Peterman Brothers of Greenwood, Indiana has been named the 2021 Bryant Dealer of the Year, the highest honor a Bryant dealer can receive. Each year, this award recognizes the company whose hard work, expertise and business acumen have helped them to stand out as a leader in the industry. Bryant, a pioneering supplier of heating, ventilating, and air conditioning (HVAC) equipment, is a part of Carrier Global Corporation, the pioneering global provider of healthy, safe and sustainable building and cold chain solutions. “Being named as the 2021 Bryant Dealer of the Year means that we are doing things the right way,” said Chad Peterman, Owner and President, Peterman Brothers. “It is not what we do, but how we do it. We are committed to providing our people and customers with the best customer experience possible.” Bryant Medal of Excellence winner Peterman Brothers has been solving plumbing, heating, and cooling issues of the central Indiana community since 1986 when Pete Peterman started the company in his garage. Since its humble beginnings, the company has grown to employ over 300 people today. Two of those employees include Pete's sons, Chad and Tyler. Both grew up around the business and have taken on numerous responsibilities. Chad is the oldest and in his role as Owner and President, he is responsible for creating and executing the company’s vision and long-term strategy. Chad’s younger brother, Tyler, oversees all install operations. Peterman is now a complete family affair with all the Petermans involved in the day-to-day operations of the company. In addition, Peterman Brothers is a two-time Bryant Medal of Excellence winner. Bryant Factory Authorized Dealers “Bryant dealers continue to raise the bar in our industry and are among the best in the business,” said Justin Keppy, President, NA Residential & Light Commercial, Carrier. “Our 2021 Dealer of the Year, Peterman Brothers, exemplifies the values and commitment that the Bryant brand has come to represent in its more than 115-year history. Its entire team embodies all that is necessary to run a successful business, and the company serves as an example to the industry for how an organization should treat its customers and the community in which it operates.” Bryant selected its 2021 Dealer of the Year from 22 Medal of Excellence winners, comprised of Bryant Factory Authorized Dealers throughout North America. The candidates were judged on overall sales growth, high-efficiency and indoor air quality equipment sales, customer satisfaction and participation in dealer programs and promotions.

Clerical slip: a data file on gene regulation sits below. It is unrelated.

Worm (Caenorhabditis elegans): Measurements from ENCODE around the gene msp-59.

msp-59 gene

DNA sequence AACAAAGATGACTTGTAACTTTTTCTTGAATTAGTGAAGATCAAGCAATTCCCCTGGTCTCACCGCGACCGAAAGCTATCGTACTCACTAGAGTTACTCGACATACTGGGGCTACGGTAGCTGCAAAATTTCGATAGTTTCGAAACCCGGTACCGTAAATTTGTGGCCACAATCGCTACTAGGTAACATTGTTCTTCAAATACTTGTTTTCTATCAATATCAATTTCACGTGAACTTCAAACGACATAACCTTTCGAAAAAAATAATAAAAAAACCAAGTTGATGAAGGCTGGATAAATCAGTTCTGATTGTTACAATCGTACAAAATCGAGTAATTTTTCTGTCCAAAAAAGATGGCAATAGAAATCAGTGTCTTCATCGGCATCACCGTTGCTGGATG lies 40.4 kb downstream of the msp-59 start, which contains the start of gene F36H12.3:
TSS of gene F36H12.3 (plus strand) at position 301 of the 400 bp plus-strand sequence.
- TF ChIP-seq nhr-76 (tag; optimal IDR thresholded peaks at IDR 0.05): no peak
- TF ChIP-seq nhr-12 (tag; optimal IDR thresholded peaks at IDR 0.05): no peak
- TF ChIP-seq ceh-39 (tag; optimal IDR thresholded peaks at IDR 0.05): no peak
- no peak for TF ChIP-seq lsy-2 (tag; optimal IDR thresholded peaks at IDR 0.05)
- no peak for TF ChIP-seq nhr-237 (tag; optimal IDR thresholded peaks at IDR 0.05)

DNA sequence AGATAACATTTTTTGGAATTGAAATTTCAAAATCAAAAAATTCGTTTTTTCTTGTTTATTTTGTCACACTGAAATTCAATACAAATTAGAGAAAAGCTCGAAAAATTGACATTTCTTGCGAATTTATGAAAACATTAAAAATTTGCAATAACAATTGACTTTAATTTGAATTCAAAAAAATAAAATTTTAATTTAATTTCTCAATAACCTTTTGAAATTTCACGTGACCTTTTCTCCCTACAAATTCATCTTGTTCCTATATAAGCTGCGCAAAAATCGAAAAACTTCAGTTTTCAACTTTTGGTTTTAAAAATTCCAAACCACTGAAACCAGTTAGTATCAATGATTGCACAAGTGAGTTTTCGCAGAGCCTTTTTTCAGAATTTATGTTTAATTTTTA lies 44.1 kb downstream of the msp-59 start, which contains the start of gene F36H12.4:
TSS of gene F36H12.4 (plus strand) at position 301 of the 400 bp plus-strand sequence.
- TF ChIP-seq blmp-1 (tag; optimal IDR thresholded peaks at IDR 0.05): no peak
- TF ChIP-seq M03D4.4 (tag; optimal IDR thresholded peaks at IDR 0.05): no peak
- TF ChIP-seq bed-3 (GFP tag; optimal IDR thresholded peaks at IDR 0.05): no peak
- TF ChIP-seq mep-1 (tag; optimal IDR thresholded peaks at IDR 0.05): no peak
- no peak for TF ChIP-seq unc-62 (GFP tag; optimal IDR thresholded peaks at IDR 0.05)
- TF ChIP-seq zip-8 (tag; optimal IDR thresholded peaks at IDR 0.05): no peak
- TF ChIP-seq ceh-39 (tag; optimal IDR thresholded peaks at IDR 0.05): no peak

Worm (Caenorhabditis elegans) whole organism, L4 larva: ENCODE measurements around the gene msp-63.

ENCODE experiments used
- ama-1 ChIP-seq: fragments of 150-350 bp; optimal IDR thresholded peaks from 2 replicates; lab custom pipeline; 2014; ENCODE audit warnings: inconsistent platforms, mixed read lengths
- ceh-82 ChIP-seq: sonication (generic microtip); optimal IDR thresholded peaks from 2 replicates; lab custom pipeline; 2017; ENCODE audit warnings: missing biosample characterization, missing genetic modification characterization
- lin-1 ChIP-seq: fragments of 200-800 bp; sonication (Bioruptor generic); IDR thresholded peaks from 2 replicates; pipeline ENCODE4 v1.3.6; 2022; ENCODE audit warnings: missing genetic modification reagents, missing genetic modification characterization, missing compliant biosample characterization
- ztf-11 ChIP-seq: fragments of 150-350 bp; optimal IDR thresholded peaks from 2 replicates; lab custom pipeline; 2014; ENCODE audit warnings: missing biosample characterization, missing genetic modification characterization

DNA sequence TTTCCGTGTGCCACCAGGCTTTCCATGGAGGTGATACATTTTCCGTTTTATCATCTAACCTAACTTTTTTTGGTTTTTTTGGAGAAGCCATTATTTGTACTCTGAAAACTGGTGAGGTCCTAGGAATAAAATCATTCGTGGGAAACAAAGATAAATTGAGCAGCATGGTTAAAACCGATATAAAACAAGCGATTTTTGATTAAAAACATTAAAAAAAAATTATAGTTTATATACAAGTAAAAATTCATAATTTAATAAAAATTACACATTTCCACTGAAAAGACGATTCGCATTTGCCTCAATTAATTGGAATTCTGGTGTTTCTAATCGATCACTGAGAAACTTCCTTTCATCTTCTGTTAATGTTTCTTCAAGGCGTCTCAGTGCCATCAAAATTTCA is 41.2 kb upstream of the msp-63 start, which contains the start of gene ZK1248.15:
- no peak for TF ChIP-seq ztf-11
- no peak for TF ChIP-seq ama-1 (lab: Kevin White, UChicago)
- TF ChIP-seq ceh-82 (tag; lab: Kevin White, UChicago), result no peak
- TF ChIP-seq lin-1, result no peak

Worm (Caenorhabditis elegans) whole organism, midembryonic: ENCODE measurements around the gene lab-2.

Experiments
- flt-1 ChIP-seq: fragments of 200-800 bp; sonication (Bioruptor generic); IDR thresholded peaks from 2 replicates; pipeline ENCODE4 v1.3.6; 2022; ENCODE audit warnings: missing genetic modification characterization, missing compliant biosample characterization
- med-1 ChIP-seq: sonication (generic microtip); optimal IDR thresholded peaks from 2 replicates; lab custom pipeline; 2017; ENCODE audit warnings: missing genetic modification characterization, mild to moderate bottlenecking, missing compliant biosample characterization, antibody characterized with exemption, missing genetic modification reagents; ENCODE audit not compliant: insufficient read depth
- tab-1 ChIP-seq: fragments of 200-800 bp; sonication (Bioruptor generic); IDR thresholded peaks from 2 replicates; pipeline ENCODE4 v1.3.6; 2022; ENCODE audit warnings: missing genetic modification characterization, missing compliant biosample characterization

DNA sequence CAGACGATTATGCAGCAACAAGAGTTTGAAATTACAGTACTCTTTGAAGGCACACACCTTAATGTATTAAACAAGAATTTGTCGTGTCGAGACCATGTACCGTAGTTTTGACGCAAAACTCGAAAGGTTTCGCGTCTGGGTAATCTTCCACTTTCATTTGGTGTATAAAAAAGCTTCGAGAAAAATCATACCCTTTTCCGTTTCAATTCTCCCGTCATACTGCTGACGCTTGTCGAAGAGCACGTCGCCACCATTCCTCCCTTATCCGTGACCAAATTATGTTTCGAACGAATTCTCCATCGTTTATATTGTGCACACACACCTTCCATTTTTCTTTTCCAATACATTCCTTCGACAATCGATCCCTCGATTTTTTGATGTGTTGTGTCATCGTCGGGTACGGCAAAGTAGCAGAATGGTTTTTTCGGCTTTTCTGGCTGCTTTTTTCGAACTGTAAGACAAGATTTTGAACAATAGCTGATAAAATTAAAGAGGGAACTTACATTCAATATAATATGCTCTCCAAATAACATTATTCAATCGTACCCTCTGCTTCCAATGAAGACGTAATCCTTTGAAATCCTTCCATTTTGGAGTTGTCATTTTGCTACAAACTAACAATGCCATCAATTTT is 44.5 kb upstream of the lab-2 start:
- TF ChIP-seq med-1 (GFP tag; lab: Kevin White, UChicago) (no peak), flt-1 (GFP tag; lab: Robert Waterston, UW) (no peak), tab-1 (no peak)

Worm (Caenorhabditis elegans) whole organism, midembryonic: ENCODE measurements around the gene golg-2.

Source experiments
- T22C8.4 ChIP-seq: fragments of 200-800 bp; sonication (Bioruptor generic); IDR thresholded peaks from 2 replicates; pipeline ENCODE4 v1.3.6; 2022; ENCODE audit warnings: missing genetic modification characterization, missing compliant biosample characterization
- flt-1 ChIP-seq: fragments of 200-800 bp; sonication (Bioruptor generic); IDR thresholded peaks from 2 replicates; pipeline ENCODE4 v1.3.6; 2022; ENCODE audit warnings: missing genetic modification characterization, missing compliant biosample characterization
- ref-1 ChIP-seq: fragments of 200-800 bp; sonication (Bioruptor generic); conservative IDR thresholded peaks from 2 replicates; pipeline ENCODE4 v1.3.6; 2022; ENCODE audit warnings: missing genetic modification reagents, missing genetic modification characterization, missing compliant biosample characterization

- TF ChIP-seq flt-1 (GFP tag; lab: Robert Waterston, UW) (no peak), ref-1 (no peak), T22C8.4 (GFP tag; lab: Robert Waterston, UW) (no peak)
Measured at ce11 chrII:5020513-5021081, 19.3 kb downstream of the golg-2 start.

As our urban centers grow, so does our demand for key resources, such as energy. Currently, cities are accountable for over 60% of resource use and an estimated 70% of global carbon emissions. In the Middle East particularly, countries have experienced unprecedented population growth, increased economic activity and consequently, increases in energy consumption. Integration of sustainable systems Fortunately, industry leaders and governments are placing sustainability at the heart of regional plans for urban development. The integration of sustainable systems is no longer a value-added benefit, but rather a necessary requirement. I believe a vital element for sustainable development in our cities is energy management. Energy is a costly commodity representing an average of 25% of all operating costs in office buildings. This cost, however, can be reduced by using energy management to optimize HVAC systems employed in a building. Effective energy management Energy management involves proactive tracking, systemic management and thoughtful optimization of energy consumption in a building, with the goal of improving energy efficiency. The concept of energy efficiency takes into account a variety of factors; we must consider system design, quality of installation and maintenance, efficiency rates and personal use. If we assume a system is designed with greatest efficiency in mind, its effectiveness is still deeply impacted by installation, maintenance and use. ‘Performance drift’ issues One challenge we face with the efficiency of HVAC systems is ‘performance drift’ One challenge we face with the efficiency of HVAC systems is ‘performance drift’. When first installed, and even in the first few months, HVAC systems operate immaculately. Over time, however, component efficiency and system conditions ‘drift’ away from the originally installed operating curve, meaning that efficiency and performance of the system can degrade incrementally. The deteriorating performance of HVAC systems has consequences, such as unnecessary use of energy, resulting in higher costs and emissions, in addition to reduced comfort for building occupants. Energy efficient HVAC pumps In order to truly have an impact on energy consumption, a holistic approach must be adopted. Only by carefully examining and optimizing each part of the HVAC system, can we then find ways to improve it. In my experience with Armstrong Fluid Technology, in the last decade, the technology for HVAC pumps has been enhanced to provide up to 70% energy efficiency savings through demand-based control and parallel pumping technology. These innovations enable the pumps to operate at optimum levels, consuming as little energy as possible. Innovative smart technology Systems that incorporate innovative smart technology enable more accurate system performance analysis and optimization. Pumps can function as highly accurate flow meters that provide valuable insight for building managers and operators. Data from the intelligent connected pumps can be collected through active performance management software, which enables the HVAC system to learn, predict and optimize to deliver even greater energy efficiency and cost savings through maintained optimized performance. Systems incorporating innovative smart technology enable more accurate system performance analysis Active performance management software Active performance management software enables real time and historical data reporting that directly demonstrates system efficiency and savings. Given the global shift towards sustainable building construction, legislation on energy reporting is inevitable, therefore employing systems with this in-built capability can prove to be extremely beneficial in the future. The software can also help maintain client comfort at all times by enabling predictive maintenance. Systems can provide alerts when they detect faults, allowing for early replacement before a full breakdown. This can be particularly helpful in mission critical applications such as hospitals. Importance of analyzed data in system optimization Without the ability to analyze data, buildings managers and operators cannot properly optimize mechanical systems Evidently, collecting data is essential for many reasons, including preventing, and even reversing, the loss of energy efficiency. Without the ability to analyze data, buildings managers and operators cannot properly optimize mechanical systems, which results in unnecessary energy use, insufficient maintenance practices and any related costs. There may be hesitation in the industry to incorporate more sophisticated systems as they require initial investment, however, the returns from using more efficient mechanical systems are impressive. Executing energy upgrades for HVAC systems Simple payback on energy upgrade projects is usually reached within 3 to 5 years. Furthermore, energy savings continue for the life of the system. Properly executed energy upgrades deliver up to 40% savings on energy consumption related to HVAC operation. Savings on that level for a large facility can be impactful for business operations. Energy efficiency is not ‘visible’ but has the potential to have a transformative effect on climate change, if embraced on a large scale. If we consume energy only as we need to, then we consume less of it. This, in turn, reduces our consumption of fossil fuels and consequently our greenhouse gas emissions. Aside from short-term benefits, such as costs savings and increased operation efficiency, energy management has the ability to help conserve energy for generations to come. Embracing energy saving solutions If we embrace innovative energy saving solutions in the building services industry, then we can begin to make a difference. With the recent launch of plans for sustainable development, such as the Dubai Master Plan 2040, green infrastructure, supporting solutions, will thrive. The global shift towards embracing sustainability has made individuals and organizations call into question their impact on our planet. Embracing sustainability is no longer a preference but a strategic business approach that helps to create long-term value on a social, economic and environmental level. The role of energy efficiency, and the systems that enable it, will inevitably play a key role in creating more sustainable buildings, communities and cities.